22 year old Fatu Kekula is a hero. It can be very hard treating a kid who is down with typhoid, so imagine what the 22-year-old nursing student passed through in nursing her entire family through Ebola.
Her father. Her mother. Her sister. Her cousin. Fatu took care of them all, single-handedly feeding them, cleaning them and giving them medications. Only her cousin died of the virus.
It's also impressive to note that while Kekula was treating her family members she managed to avoid ebola entirely.
It all began on July 27, when Kekula's father, Moses, went to a hospital in Kakata, after his blood pressure spiked. He was admitted and slept in a bed where an Ebola patient recently died.
Shortly, after he was admitted to the hospital, Moses developed a fever, started vomiting and was suffering from diarrhea.
Once nurses started dying of ebola, the hospital shut down and Moses had to leave. Kekula drove 90 minutes to Monrovia, the capital of Liberia, to seek treatment. Three hospitals turned them away because they had reached capacity.
Kekula made the drive back to Kakata to another hospital. They told Moses he had typhoid fever and did very little to treat him. So Kekula took him home. Once he was there, he infected three other family members. Her mother, sister and their cousin who was living with them.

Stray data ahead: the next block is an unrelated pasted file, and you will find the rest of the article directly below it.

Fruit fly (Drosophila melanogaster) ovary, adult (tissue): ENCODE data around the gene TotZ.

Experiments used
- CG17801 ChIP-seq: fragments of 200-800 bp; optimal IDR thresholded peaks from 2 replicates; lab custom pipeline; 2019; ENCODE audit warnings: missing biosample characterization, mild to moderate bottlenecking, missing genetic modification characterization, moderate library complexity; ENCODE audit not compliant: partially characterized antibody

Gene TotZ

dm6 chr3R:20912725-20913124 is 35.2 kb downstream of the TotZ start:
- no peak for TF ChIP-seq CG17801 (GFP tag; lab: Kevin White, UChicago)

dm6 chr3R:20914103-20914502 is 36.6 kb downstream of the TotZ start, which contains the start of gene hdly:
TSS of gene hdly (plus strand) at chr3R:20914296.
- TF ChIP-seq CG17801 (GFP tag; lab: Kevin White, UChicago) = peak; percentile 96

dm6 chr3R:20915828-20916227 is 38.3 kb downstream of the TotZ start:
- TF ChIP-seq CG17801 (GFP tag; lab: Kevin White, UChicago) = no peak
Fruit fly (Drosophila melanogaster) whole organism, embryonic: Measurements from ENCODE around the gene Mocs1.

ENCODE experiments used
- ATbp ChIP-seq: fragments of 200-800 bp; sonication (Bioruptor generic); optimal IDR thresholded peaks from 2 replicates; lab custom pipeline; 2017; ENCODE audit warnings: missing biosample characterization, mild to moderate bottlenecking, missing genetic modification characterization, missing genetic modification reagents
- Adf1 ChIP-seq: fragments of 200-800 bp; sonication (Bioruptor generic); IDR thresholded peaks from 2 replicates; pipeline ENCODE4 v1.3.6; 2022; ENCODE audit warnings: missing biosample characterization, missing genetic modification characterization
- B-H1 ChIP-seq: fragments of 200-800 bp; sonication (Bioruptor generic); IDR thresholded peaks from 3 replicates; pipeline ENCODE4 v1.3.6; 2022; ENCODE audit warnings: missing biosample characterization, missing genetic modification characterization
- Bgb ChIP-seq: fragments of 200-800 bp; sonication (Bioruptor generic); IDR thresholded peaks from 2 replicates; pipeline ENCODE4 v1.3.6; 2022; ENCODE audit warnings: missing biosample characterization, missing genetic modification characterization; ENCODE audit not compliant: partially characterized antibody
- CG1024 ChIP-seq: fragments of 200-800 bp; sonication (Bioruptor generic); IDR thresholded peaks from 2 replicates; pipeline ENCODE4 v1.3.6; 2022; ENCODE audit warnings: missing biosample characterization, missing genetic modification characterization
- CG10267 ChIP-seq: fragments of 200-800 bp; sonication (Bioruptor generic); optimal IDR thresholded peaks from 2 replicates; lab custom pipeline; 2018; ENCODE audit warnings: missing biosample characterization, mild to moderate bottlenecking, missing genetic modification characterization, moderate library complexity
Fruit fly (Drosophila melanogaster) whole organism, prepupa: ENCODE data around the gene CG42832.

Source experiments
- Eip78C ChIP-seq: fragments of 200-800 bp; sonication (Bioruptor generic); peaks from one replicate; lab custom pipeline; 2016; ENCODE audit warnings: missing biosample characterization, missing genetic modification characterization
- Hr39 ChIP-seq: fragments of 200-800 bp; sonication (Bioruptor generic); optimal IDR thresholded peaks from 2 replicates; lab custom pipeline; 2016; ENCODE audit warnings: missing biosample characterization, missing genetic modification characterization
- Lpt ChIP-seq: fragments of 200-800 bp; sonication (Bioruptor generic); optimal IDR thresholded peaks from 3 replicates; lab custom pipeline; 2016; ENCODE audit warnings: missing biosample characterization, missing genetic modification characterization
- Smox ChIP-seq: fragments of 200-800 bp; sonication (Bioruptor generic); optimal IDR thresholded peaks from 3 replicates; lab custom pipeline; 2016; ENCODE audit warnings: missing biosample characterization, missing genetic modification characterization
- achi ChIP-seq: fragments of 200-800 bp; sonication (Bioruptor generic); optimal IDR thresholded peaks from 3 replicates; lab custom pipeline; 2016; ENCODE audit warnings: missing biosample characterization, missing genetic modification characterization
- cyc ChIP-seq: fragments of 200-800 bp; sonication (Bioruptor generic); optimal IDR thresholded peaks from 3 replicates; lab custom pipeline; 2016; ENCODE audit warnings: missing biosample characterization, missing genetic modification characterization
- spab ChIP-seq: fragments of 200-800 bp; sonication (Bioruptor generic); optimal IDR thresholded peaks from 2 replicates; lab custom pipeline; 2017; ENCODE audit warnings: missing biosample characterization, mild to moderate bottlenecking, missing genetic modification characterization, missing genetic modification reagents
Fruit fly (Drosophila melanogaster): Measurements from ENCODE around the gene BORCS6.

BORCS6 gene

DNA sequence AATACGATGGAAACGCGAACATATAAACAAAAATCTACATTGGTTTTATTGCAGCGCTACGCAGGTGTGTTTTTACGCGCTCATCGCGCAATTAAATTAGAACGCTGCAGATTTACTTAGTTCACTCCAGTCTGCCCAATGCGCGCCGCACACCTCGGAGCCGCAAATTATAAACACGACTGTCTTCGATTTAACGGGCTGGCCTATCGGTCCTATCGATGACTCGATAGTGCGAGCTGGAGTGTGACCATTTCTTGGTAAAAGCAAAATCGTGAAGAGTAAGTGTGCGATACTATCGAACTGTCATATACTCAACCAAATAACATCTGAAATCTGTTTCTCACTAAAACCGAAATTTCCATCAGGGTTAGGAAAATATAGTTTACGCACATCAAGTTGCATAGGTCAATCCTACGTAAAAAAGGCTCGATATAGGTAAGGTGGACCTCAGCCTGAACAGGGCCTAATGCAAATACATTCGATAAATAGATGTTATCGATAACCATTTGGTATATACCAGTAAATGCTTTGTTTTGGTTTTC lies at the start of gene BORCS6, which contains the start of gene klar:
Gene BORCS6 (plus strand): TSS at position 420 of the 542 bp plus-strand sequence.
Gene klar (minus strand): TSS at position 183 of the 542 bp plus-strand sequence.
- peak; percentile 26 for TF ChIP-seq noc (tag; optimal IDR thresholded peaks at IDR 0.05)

Kekula began operating as her own hospital for two weeks. During this time Kekula consulted with her family doctor who agreed to talk to her over the phone but would not come to the house. She gave her family members medicine she obtained from a local clinic and fluids through intravenous lines she started.
How did she do it?
According to CNN several times a day, for two weeks Kekula put trash bags over her socks and tied them in a knot over her calves.
- Then she put on a pair of rubber boots and then another set of trash bags over the boots.
– She wrapped her hair in a pair of stockings and over that a trash bag.
– Then she wore a raincoat
– Four pairs of gloves on each hand
– And a mask.
“I cried many times. I said 'God, you want to tell me I'm going to lose my entire family?'” she said.
But that wasn't the case. Kekula only lost one patient, her cousin. Her method proved so effective, international aid workers, including UNICEF, began teaching it to others in West Africa who may not be able to get to hospitals for treatment